Creating a nation with less poverty: Join Half in Ten and restore shared prosperity!

Katie Wright, Half in Ten Campaign

Room: LBC 319

Record numbers of Americans are struggling with poverty, hunger, and job loss. Contrary to the mistaken views of some, it doesn’t have to be this way. Half in Ten has a plan to cut poverty in America, and we need your help! We’ve come together as a nation to do this several times in our history—it’s time to redouble our effort.

In this session, Katie Wright, Research Associate for the Half in Ten Campaign at the Center for American Progress Action Fund, will describe the breadth and depth of poverty in America, Half in Ten’s plan to cut poverty, and concrete action steps and tools advocates can use to build the public will to reach this achievable goal.

Using interactive online tools, participants will learn the facts about the problem of poverty and debunk common myths that so often pervade the policy debate. Katie will then discuss Half in Ten’s plan to cut poverty in half–the indicators the campaign will be tracking over the next ten years as well as the policy changes that will reduce poverty and create good jobs, strengthen families and communities, and promote economic security.

A major component of this session will be a discussion of action steps students engaged in service can take to stand up for low-income families and children, including an in-depth look at the important roles of personal stories and state-specific data in engaging members of congress and presidential candidates, and how we can use social media to create an echo chamber on poverty and opportunity.

Half in Ten is a joint project of the Center for American Progress Action Fund, the Coalition on Human Needs, and the Leadership Conference on Civil and Human Rights.

SATURDAY, MARCH 31, 2012, BLOCK #4, 9:00 AM-10:30 AM


Being a Global Citizen: Raising Awareness, Making an Impact on Issues of Child Survival and Development

Taruna Sadhoo, US Fund for UNICEF

Room: LBC 318

UNICEF has saved more children’s lives than any other humanitarian organization in the world. Working in more than 150 countries, UNICEF provides children with health care, clean water, nutrition, education, emergency relief and more. The U.S. Fund for UNICEF supports UNICEF’s work through fundraising, advocacy, and education in the United States.

UNICEF is at the forefront of efforts to reduce child mortality worldwide. There has been substantial progress: the annual number of under-five deaths dropped from nearly 13 million in 1990 to 7.6 million in 2010. But still, 21,000 children die each day from preventable causes. Our mission is to do whatever it takes to make that number zero by giving children the essentials for a safe and healthy childhood. However, we cannot achieve this goal alone.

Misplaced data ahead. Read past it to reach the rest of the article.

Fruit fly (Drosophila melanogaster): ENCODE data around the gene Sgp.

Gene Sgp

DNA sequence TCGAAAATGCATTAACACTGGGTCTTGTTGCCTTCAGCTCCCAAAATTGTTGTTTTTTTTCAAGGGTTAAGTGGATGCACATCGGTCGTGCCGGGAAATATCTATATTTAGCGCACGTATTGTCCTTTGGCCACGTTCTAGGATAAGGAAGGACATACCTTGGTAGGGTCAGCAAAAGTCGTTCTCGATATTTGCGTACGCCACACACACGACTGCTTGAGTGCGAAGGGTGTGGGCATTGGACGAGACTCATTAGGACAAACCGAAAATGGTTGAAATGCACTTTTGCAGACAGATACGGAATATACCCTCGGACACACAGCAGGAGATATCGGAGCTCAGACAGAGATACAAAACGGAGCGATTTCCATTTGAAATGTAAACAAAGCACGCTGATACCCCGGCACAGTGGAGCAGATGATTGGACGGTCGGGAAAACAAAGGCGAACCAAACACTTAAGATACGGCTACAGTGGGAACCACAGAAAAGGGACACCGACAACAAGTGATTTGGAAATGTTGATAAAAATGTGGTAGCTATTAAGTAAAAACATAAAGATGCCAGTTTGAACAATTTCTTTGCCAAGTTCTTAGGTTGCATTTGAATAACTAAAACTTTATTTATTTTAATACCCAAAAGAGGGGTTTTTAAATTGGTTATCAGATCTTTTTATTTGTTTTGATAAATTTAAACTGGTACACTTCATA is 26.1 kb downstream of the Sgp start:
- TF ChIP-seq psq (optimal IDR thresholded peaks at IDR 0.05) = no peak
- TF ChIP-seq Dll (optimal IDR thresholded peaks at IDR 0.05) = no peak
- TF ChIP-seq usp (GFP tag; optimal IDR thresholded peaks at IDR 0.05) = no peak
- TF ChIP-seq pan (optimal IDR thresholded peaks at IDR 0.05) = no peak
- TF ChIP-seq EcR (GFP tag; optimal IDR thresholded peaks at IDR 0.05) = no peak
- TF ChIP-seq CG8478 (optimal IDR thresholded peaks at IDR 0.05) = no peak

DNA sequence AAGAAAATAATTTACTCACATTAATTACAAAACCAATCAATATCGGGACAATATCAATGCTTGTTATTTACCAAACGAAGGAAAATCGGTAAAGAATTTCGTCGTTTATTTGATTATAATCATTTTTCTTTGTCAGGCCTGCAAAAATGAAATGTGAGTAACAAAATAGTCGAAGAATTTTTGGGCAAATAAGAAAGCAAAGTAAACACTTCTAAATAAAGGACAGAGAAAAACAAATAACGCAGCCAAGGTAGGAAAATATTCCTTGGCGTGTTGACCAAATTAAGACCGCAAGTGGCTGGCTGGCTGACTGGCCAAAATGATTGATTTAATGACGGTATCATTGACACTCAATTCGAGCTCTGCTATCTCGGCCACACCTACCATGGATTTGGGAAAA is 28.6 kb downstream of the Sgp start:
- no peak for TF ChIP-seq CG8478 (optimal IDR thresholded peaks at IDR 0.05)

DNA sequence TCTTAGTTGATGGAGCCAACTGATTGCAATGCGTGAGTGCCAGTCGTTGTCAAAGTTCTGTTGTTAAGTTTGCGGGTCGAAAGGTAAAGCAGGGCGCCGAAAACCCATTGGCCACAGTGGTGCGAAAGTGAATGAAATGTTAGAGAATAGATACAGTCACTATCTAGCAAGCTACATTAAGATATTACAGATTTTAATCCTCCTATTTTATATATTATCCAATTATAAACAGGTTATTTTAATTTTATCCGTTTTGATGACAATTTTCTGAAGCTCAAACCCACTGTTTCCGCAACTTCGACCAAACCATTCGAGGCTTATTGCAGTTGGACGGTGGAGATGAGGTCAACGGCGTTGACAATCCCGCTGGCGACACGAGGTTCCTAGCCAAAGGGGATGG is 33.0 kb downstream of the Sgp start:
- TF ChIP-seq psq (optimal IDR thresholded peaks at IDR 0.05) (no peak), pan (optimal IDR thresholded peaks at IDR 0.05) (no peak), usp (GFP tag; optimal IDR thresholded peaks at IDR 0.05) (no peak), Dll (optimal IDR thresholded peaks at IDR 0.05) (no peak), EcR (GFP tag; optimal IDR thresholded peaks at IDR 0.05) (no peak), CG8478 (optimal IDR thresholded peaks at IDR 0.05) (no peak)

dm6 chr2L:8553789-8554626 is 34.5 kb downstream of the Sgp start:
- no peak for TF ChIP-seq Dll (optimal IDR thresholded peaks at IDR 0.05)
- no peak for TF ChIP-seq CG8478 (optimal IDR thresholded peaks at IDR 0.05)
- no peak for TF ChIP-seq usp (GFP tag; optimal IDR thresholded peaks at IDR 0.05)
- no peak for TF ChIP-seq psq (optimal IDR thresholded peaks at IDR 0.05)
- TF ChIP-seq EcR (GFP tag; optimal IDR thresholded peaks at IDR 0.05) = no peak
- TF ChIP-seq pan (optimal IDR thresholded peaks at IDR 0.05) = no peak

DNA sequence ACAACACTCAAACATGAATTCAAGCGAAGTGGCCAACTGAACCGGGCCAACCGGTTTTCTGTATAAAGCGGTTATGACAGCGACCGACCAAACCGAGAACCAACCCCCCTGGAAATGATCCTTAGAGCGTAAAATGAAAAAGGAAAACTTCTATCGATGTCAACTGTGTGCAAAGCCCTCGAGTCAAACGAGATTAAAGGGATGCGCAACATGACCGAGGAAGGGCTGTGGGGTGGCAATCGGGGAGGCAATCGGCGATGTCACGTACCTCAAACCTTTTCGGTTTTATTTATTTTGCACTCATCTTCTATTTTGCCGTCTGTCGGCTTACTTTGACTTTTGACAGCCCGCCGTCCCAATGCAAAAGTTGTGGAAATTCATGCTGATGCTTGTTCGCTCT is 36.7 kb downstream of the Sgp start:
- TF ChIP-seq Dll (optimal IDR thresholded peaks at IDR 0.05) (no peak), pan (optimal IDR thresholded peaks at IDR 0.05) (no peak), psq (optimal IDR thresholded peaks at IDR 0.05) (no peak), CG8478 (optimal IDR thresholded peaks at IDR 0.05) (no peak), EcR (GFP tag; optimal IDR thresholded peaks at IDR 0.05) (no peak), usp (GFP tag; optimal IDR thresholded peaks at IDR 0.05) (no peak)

This workshop will provide participants with an understanding of UNICEF’s work abroad and the opportunity to analyze how campus students, as agents of change and global citizens, play a vital role in addressing this largely silent crisis. We encourage you to join us to learn more about the awareness, knowledge, and skills needed to impact UNICEF’s life-saving work abroad. Participants will obtain a better understanding of how participating campuses throughout the U.S. have taken action to address issues of child survival and development through advocacy, education and awareness building initiatives. During the workshop, participants will discuss the importance of global citizenship and how, as global citizens, they can strengthen their role and impact. (Cross-listed Building and Sustaining Campus-based Community Service Programs )

Care about Poverty? You Need to Understand Tax Policy

Meredith Dodson and Allison Burket, RESULTS

Room: LBC 317

What program moves more Americans out of poverty than any other? A little something called the “EITC”. This year, Congress will consider whether to continue provisions in the Earned Income Tax Credit and Child Tax Credit for low-income working families as a part of a massive tax package. For low-income individuals and families, tax policy can be a very constructive tool for increasing income. RESULTS strongly supports tax policies that work to help lift and keep people out of poverty. These include expanding tax credits to reach more people in poverty and investing more resources in policies that help low-income persons build wealth. We’ll talk about how these policies are making a difference, opportunities to strengthen supports of families living in poverty through the tax code, and the threats to EITC and other programs as a part of Congress’ work to reduce the federal budget deficit.